Gelignite Jack


127 pages
ISBN 1-55065-080-7
DDC C813'.54






Reviewed by Sarah Robertson

Sarah Robertson is an associate editor of the Canadian Book Review


This ingeniously structured book comprises three thematically linked
stories that are concerned with youth, mid-life, and old age,
respectively. “A Sweet Comedy” features Lindsay, a struggling young
actress whose visionary experiences facilitate a journey of
self-discovery. In “Apostrophe,” the setting shifts from Toronto to
Baffin Island, where Harold, a senior analyst for a mining project, is
searching for something beyond professional stability. In “East
Fortieth,” a woman passes along to her granddaughter the accumulated
wisdom of her 94 years. Central to the first and third stories (and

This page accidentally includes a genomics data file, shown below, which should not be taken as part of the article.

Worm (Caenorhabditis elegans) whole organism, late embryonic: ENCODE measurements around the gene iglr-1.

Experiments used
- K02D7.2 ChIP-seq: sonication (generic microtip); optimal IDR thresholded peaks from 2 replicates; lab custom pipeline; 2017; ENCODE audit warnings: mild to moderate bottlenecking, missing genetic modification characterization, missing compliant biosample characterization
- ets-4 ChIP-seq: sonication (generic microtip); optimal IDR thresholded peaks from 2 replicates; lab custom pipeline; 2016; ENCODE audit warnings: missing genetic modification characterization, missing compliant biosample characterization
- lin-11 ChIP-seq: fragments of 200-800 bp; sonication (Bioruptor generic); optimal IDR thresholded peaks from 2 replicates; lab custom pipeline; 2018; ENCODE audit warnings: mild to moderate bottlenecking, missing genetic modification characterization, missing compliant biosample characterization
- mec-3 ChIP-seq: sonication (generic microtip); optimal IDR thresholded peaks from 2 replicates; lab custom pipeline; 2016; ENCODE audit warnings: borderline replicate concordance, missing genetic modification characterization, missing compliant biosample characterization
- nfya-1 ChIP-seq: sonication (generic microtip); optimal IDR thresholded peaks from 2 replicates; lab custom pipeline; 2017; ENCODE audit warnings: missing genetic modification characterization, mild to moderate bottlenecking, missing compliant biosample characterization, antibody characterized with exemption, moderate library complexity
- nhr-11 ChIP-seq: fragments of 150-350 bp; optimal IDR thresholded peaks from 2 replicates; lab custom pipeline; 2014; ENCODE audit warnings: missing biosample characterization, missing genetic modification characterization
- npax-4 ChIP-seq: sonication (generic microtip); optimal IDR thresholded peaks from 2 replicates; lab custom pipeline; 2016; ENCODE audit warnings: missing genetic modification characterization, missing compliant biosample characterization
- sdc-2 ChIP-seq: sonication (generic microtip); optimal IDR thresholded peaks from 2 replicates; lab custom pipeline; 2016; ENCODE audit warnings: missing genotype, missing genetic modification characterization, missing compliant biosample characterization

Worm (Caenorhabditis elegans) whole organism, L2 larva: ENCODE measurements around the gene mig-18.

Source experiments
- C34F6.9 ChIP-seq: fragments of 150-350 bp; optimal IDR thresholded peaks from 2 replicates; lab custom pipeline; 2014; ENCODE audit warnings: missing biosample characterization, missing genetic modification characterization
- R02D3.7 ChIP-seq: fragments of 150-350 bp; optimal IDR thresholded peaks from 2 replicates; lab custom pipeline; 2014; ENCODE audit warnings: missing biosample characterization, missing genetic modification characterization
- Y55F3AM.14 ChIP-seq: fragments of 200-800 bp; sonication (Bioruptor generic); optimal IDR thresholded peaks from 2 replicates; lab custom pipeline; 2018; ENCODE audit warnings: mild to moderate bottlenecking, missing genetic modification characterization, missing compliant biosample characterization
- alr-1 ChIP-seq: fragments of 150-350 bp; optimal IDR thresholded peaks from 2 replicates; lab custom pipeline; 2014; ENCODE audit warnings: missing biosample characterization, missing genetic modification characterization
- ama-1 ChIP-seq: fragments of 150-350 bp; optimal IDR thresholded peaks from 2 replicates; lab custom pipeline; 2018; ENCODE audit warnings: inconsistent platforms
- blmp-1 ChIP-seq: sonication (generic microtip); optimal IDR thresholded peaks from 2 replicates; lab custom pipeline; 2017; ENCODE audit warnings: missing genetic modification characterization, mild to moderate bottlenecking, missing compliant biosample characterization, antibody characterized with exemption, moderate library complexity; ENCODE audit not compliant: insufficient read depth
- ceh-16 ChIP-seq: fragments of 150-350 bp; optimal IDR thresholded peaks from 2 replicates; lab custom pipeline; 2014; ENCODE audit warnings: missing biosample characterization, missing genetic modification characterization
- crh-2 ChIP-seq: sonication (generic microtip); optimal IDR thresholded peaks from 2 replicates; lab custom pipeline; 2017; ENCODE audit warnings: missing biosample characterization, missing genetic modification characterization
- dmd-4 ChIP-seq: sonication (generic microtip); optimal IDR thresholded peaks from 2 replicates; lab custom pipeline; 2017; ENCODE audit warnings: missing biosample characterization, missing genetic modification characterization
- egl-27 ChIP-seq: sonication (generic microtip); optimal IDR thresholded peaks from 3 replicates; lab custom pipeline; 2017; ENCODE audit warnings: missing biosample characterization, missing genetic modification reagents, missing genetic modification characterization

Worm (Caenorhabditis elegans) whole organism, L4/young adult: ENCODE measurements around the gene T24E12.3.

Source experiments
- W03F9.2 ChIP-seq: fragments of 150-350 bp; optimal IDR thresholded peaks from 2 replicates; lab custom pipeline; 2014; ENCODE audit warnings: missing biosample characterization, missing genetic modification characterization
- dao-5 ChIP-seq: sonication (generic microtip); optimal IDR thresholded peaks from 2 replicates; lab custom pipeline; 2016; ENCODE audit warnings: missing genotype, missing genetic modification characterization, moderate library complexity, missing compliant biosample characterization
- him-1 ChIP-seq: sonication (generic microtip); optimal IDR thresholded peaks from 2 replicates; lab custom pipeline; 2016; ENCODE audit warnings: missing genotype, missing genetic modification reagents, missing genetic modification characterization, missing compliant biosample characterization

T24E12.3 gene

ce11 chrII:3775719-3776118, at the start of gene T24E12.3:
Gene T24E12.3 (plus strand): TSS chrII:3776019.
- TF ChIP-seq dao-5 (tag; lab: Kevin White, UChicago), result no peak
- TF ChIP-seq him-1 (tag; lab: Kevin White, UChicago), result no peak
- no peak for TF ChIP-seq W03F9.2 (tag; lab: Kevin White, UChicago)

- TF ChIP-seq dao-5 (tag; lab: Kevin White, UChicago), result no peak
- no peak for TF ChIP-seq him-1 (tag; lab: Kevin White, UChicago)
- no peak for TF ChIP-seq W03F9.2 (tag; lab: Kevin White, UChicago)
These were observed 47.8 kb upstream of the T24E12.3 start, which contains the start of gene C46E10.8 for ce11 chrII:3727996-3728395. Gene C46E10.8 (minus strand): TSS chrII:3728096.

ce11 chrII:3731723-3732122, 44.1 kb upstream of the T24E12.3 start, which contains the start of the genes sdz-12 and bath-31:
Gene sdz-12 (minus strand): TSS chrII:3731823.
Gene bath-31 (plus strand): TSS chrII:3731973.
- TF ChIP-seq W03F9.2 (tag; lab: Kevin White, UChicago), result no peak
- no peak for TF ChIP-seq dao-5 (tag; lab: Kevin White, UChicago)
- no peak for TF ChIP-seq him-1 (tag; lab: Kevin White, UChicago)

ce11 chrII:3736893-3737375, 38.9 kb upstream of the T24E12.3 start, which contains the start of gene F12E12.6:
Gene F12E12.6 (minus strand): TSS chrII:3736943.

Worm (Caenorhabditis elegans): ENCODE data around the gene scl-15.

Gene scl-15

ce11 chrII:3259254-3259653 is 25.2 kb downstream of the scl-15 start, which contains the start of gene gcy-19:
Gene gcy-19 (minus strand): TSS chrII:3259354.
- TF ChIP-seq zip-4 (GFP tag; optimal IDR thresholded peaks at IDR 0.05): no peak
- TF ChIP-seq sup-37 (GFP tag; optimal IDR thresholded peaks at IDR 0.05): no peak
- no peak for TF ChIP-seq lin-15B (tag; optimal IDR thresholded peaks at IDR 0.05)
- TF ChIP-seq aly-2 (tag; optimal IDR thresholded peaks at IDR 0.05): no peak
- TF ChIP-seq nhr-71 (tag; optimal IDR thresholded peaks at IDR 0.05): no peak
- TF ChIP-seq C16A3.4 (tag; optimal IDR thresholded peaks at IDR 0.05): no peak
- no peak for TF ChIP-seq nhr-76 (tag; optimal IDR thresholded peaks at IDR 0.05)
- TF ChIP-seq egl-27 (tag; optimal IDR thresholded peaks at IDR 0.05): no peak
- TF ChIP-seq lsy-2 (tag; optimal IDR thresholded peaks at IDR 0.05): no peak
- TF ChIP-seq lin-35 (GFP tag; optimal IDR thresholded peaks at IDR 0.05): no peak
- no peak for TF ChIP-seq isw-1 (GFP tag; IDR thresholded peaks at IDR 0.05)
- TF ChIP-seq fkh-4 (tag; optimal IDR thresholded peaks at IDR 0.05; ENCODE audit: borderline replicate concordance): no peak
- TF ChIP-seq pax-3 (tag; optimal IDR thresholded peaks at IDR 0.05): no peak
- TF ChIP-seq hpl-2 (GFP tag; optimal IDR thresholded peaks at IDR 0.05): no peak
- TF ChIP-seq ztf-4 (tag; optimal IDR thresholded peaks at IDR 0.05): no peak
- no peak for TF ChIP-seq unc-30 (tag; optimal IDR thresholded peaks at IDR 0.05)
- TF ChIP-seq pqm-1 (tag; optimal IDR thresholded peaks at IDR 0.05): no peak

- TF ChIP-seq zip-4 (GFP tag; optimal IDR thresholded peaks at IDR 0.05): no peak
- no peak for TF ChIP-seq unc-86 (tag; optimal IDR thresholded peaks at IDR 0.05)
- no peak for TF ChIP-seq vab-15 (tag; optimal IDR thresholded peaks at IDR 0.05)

alluded to in the second) is the figure of Geoff Douglas, a choral
conductor who at the end of World War II was killed while disarming a
bomb, “his brilliance ... blown to free molecules.”

The indifference of nature to human achievement and the transformative
powers of love are among the many themes expressed in these resonant and
subtle stories. Taken as a whole, the book is both an expression and a
celebration of storytelling and of the endurance of the oral tradition.
The fundamental significance of its characters lies not in their
personal histories, but in the cultural realities and universal truths
they reveal through the stories they tell. Readers who embrace Gelignite
Jack on its own terms will be amply rewarded.


Davies, Paul., “Gelignite Jack,” Canadian Book Review Annual Online, accessed July 25, 2024,